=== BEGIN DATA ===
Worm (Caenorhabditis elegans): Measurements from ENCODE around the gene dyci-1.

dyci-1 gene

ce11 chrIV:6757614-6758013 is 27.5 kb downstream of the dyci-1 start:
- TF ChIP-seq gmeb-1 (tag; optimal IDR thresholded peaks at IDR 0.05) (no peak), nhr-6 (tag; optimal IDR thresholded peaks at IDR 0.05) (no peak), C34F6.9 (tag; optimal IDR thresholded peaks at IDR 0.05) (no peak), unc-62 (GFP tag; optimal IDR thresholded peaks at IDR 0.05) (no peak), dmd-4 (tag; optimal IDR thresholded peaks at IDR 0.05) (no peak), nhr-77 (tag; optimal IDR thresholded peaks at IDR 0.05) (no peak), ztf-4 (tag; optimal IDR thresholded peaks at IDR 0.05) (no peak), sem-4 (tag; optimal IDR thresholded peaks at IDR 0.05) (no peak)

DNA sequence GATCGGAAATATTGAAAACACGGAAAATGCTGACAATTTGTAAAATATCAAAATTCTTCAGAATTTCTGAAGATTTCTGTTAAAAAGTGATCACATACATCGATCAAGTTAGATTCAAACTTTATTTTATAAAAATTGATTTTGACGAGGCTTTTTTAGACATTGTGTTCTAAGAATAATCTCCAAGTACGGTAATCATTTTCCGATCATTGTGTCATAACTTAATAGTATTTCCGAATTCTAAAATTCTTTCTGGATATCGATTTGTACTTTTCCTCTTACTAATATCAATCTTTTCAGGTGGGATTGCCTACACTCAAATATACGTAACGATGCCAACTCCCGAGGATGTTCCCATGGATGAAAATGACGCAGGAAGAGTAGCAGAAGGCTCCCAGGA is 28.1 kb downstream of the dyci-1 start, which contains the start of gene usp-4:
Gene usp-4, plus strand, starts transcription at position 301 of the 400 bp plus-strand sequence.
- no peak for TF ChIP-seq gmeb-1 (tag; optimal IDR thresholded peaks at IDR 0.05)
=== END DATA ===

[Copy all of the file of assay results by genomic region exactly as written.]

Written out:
Worm (Caenorhabditis elegans): Measurements from ENCODE around the gene dyci-1.

dyci-1 gene

ce11 chrIV:6757614-6758013 is 27.5 kb downstream of the dyci-1 start:
- TF ChIP-seq gmeb-1 (tag; optimal IDR thresholded peaks at IDR 0.05) (no peak), nhr-6 (tag; optimal IDR thresholded peaks at IDR 0.05) (no peak), C34F6.9 (tag; optimal IDR thresholded peaks at IDR 0.05) (no peak), unc-62 (GFP tag; optimal IDR thresholded peaks at IDR 0.05) (no peak), dmd-4 (tag; optimal IDR thresholded peaks at IDR 0.05) (no peak), nhr-77 (tag; optimal IDR thresholded peaks at IDR 0.05) (no peak), ztf-4 (tag; optimal IDR thresholded peaks at IDR 0.05) (no peak), sem-4 (tag; optimal IDR thresholded peaks at IDR 0.05) (no peak)

DNA sequence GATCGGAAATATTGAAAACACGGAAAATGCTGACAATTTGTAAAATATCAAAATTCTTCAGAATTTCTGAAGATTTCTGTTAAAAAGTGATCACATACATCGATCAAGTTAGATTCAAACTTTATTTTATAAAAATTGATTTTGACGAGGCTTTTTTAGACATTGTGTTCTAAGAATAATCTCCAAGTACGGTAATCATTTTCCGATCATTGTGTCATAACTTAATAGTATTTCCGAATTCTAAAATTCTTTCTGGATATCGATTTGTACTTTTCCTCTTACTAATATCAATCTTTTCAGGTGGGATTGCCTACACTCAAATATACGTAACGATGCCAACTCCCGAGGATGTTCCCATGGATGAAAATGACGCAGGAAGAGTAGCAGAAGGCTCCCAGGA is 28.1 kb downstream of the dyci-1 start, which contains the start of gene usp-4:
Gene usp-4, plus strand, starts transcription at position 301 of the 400 bp plus-strand sequence.
- no peak for TF ChIP-seq gmeb-1 (tag; optimal IDR thresholded peaks at IDR 0.05)